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Athens Co. jobs face relocation

COLUMBUS — Ohio Sen. Lou Gentile, D-Steubenville, is adding his voice to calls for Gov. John Kasich and his administration to consider alternatives to closing 13 Ohio Department of Job and Family Services regional offices.

The consolidations, which are slated to begin this spring, will save the department an estimated $2 million per year without losing any jobs, but critics say the moves will hurt more than 500 workers, their families and areas across the state.

Commissioners in Athens County, where one of the offices is located, wrote to Kasich and department director Michael Colbert asking them to reconsider the consolidations and offering to house employees in a county building free of charge.

The department plans to close the local office, which would save an estimated $230,000 per year, and move the 47 employees to an office in Columbus for a one-time cost of about $18,000. The employees would not lose their jobs but rather commute to Columbus.

Spokesman Benjamin Johnson said the commissioners’ alternative would cut into the state’s savings because cutting costs for supervisors, IT and other services “would not be available” in the Athens County office.

“Moving into the county office is not a viable option,” Johnson said.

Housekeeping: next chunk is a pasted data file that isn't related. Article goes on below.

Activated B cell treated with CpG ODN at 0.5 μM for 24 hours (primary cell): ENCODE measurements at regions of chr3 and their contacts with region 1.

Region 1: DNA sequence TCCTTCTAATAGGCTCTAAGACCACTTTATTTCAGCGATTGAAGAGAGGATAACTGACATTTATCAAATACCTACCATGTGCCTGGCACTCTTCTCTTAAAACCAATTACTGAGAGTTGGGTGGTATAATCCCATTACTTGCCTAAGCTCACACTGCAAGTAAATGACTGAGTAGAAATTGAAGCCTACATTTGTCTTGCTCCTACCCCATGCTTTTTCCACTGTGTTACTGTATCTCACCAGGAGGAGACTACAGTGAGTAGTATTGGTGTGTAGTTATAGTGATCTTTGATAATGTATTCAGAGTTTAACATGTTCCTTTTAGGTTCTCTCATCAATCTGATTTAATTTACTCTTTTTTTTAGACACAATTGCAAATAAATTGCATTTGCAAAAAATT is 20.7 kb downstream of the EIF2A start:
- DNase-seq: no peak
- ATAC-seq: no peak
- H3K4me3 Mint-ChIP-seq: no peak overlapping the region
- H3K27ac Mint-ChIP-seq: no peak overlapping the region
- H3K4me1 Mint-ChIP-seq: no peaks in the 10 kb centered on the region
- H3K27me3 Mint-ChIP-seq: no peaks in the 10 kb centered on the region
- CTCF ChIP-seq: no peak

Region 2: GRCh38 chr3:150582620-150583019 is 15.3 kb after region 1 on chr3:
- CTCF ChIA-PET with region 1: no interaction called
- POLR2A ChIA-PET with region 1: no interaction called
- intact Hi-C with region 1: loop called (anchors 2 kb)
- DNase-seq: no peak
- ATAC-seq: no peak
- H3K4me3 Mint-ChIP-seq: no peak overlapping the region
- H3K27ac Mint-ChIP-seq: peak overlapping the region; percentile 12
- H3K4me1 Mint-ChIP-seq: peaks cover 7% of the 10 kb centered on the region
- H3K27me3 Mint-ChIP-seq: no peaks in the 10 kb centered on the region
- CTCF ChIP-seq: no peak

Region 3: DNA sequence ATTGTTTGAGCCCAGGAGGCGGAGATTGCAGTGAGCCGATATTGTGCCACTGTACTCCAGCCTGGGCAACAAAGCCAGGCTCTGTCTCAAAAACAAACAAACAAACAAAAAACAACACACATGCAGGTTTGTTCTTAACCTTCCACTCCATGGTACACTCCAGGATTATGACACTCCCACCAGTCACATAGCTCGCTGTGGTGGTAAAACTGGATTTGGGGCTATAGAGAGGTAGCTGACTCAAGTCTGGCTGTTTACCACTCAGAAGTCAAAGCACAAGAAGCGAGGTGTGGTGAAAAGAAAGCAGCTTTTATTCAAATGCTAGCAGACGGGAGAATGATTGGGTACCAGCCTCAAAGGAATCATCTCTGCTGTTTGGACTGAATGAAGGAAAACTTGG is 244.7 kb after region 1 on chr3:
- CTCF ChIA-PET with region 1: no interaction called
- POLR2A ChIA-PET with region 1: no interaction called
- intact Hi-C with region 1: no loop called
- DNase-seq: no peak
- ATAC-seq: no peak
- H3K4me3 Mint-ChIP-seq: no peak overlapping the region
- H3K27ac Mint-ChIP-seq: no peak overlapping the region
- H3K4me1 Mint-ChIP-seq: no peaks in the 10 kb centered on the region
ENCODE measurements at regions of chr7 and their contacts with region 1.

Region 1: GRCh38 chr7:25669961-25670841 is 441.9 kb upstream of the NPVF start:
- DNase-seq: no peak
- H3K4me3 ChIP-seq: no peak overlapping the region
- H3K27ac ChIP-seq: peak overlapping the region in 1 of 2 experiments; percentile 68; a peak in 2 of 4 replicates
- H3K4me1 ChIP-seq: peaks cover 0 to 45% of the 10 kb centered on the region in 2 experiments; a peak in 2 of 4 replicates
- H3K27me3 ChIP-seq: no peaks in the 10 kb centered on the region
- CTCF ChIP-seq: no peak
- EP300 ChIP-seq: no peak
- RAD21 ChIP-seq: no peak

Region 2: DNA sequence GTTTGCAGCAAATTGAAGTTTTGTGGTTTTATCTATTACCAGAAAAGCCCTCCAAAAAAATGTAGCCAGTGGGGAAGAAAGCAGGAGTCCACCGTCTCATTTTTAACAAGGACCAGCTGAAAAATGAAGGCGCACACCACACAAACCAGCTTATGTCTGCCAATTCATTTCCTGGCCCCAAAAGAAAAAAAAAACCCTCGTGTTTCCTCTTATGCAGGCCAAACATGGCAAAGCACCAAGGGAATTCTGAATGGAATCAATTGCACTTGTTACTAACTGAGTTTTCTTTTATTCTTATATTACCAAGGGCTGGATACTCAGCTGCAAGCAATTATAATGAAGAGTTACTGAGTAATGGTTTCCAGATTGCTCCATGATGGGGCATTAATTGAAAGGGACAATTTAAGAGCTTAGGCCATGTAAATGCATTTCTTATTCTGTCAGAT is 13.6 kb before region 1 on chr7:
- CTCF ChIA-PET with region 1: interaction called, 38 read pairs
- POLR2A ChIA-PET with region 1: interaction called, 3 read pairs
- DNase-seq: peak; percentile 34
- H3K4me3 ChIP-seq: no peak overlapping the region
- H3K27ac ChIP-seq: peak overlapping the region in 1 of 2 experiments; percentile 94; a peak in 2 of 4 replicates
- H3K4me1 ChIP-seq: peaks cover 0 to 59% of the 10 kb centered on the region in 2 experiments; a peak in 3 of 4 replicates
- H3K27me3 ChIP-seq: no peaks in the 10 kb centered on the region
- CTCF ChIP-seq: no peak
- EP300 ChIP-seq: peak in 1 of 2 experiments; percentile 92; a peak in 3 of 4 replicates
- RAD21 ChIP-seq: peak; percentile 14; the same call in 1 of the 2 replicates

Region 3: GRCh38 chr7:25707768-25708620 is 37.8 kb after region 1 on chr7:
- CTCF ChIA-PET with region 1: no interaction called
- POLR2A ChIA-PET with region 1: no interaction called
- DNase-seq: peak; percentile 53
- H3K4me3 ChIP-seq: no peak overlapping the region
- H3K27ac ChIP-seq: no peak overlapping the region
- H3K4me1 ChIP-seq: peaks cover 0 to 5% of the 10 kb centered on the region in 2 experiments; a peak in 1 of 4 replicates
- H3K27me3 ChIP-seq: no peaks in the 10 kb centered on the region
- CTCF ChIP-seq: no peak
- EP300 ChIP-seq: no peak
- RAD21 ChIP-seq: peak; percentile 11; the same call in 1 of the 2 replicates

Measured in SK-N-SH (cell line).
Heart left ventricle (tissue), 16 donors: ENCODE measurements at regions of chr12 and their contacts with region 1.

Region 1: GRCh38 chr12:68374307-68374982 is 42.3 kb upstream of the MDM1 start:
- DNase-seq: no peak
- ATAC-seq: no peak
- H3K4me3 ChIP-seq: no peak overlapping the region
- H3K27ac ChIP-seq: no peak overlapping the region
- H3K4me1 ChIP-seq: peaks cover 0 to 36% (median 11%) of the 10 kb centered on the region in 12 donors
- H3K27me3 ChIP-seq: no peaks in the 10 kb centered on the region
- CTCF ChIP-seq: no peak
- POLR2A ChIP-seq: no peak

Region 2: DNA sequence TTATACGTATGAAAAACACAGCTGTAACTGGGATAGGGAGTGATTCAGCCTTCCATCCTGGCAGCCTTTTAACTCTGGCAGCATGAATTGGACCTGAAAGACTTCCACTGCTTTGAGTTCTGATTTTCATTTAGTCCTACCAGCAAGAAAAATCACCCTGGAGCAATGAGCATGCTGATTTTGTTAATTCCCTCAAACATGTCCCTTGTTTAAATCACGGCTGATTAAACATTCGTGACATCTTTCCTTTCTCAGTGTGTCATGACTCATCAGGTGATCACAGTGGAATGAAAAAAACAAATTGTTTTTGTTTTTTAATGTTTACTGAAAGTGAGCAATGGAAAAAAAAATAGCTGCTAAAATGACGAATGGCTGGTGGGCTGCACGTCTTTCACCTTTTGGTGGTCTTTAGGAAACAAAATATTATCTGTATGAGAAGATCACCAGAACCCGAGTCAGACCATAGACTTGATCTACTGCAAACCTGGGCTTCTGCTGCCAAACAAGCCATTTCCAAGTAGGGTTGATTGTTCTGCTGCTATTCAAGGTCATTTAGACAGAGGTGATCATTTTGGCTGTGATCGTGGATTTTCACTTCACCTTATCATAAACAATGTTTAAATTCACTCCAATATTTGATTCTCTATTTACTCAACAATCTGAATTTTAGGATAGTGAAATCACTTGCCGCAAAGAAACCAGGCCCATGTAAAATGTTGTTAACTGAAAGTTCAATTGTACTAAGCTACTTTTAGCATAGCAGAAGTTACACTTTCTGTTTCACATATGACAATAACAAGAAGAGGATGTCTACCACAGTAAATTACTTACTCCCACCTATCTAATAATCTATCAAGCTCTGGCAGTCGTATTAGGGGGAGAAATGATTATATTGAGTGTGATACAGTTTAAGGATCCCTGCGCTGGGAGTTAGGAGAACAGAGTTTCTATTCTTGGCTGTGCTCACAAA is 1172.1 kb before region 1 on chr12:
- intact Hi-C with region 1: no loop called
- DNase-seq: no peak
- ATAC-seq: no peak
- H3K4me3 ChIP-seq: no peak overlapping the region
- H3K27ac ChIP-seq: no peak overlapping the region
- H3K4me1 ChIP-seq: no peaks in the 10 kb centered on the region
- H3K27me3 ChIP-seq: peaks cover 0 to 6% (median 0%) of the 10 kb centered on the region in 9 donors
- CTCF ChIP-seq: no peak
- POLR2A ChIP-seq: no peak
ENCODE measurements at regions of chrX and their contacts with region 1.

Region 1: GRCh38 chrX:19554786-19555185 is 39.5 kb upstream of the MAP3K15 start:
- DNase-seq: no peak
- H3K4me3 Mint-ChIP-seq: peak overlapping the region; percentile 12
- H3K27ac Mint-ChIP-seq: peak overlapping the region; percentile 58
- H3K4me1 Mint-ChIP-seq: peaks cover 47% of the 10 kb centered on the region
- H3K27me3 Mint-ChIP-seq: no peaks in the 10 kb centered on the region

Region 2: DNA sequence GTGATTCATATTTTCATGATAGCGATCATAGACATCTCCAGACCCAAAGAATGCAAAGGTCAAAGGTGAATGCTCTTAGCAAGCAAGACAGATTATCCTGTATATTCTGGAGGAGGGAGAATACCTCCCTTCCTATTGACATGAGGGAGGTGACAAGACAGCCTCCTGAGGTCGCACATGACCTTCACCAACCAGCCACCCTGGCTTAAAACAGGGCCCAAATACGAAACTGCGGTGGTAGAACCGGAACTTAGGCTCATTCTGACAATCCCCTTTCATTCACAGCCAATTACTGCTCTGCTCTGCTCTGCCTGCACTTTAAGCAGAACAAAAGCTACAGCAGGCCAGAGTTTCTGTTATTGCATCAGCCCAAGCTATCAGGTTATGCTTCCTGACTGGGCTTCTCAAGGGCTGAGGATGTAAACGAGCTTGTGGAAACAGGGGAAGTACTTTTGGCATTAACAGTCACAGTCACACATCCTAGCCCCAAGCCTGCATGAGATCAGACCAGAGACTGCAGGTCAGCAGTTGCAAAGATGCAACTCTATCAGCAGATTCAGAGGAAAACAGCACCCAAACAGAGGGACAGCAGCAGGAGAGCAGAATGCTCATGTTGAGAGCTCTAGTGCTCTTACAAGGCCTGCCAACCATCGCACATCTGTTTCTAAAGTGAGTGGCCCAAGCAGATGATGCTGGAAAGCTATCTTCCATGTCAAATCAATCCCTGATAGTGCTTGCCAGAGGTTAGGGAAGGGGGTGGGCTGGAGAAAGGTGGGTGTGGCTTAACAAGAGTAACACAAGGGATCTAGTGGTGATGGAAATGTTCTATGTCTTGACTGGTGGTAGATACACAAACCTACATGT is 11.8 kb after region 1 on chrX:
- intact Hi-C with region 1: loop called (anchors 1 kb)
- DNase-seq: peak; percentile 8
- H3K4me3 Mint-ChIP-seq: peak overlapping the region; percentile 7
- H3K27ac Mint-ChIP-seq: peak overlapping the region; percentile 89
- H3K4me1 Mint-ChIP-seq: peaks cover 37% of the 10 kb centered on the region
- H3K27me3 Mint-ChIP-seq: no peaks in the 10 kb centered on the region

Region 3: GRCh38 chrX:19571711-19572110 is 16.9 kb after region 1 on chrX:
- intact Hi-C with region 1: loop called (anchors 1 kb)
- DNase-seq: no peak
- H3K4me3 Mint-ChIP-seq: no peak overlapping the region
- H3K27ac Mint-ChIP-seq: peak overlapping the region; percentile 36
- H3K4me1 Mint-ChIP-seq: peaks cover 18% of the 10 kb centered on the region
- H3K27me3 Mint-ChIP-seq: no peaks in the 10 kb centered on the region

Though the call-center jobs are not tied to any one location, Gentile and union representatives said the workers benefit local economies, and the three to four hour commute to and from Columbus will hurt workers and their families.

Gentile, who represents most of Athens County and whose district has two offices slated to be closed, said the department missed out on an opportunity to work with local government to eliminate costs and streamline operations — something the Kasich administration has been advocating, Gentile said.

“There was no dialogue, and then the decision came down,” Gentile said. “It’s important to have good-paying, state jobs in other places than Columbus.”

Athens County had 6.6 percent unemployment in December and a poverty rate of about 32 percent, which doubles the state’s rate of 16 percent, according to U.S. Census Bureau figures.

“More often than not, we lose jobs down here,” said Jack Frech, director of Athens County Job and Family Services.

Johnson said the consolidation will save money without losing jobs, allowing other offices — including Marietta and Chillicothe — to expand in coming years.

Ryan Clark is a fellow in Ohio University’s E.W. Scripps School of Journalism Statehouse News Bureau. Email him at

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